However, given the high Capex of infrastructure required for energy projects, investment structures need to be remodelled to de-risk upfront payment by consumers and be adapted to the high-risk profile of emerging markets. From the use cases evaluated by the discussion panel, this remodelling can be effectively achieved through consumer-centric offerings for rooftop solar installations, subsidies and tax credits from public sector financiers, and grant schemes for city-specific pilot projects that accelerate DERs. Regular engagement between investors, banks, and regulators is therefore necessary to ensure financial mechanisms are supporting of energy technologies.

On the policy side, regulators must allow testing and scalability of technologies to evaluate policy reform required for commercialization. Given that energy is a heavily regulated infrastructure-first industry, public-private sector partnerships are important for innovations to accelerate. Project testbeds, research institutions, and government-supported incubators are a few ways startups, corporations, research institutions, and government players in APAC are collaboration. Singapore’s government, for example, has created an ecosystem that fosters industry heavyweights including GE, DNV-GL, and Siemens to establish APAC hubs. These hubs invest in and pilot solutions with local and foreign energy startups.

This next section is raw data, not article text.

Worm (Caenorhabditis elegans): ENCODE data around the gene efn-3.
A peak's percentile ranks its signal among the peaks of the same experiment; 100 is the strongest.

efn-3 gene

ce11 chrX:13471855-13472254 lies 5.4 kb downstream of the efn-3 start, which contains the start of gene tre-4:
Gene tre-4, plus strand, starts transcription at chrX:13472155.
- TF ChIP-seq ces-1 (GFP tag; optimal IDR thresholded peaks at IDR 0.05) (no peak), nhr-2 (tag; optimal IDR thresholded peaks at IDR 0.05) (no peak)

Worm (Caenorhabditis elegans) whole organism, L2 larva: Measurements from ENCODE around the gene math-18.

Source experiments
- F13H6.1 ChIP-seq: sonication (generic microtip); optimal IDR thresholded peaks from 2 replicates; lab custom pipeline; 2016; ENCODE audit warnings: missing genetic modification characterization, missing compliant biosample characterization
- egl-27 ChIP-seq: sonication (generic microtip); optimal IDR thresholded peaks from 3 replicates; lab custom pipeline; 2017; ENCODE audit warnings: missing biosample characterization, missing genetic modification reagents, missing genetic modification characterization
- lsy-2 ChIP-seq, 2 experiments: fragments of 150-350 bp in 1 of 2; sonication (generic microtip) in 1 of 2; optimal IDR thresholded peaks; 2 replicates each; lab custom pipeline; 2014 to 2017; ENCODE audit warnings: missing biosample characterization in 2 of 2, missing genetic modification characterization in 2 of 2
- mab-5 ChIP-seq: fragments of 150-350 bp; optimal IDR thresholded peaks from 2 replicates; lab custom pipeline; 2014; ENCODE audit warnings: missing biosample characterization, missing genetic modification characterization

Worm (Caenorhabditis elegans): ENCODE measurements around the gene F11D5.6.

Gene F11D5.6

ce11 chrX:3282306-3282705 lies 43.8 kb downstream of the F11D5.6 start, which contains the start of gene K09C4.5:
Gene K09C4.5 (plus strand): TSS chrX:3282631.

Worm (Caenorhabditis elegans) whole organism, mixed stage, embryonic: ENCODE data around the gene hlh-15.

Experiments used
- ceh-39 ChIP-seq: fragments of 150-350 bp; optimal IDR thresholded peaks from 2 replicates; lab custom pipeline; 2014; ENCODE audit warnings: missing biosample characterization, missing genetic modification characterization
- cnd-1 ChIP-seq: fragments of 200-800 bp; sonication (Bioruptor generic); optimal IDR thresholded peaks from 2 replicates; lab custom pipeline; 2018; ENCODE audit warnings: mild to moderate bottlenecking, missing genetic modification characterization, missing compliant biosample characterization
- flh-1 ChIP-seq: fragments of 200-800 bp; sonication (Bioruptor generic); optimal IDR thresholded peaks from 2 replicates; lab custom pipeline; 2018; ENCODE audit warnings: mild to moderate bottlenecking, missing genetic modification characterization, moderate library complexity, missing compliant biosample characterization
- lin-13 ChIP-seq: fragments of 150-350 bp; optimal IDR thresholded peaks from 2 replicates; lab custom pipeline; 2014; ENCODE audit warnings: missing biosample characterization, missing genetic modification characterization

The biggest barrier to the growth of renewables and digital energy innovations is the feasibility of integration with existing infrastructure. The current state of grid infrastructure in several markets in APAC presents technical and product integration challenges particularly for digital technologies that require real-time data processing. Infrastructure must be resilient, secure, and must accommodate the bi-directional flow of energy between production and consumption sources without destabilizing the grid.

Policy, with regards market structure as well as infrastructure deployment, often reforms very slow to include market competition, and DERs are often perceived as a competitor for utilities. However DERs and digital technologies also present new business opportunities and can be a new source of revenue if utilities’ role shifts to a service-based model.

Vertech Capital partners with innovative companies to help them scale in new markets. We curate and manage a global portfolio of cutting-edge technologies and investments, with traditional expertise in the energy sector.

Based in Singapore, our advisory arm focuses on the commercial translation of innovation, including disruptive technologies like blockchain and artificial intelligence. We are committed to building a global innovation ecosystem to accelerate access to the 4th Industrial Revolution.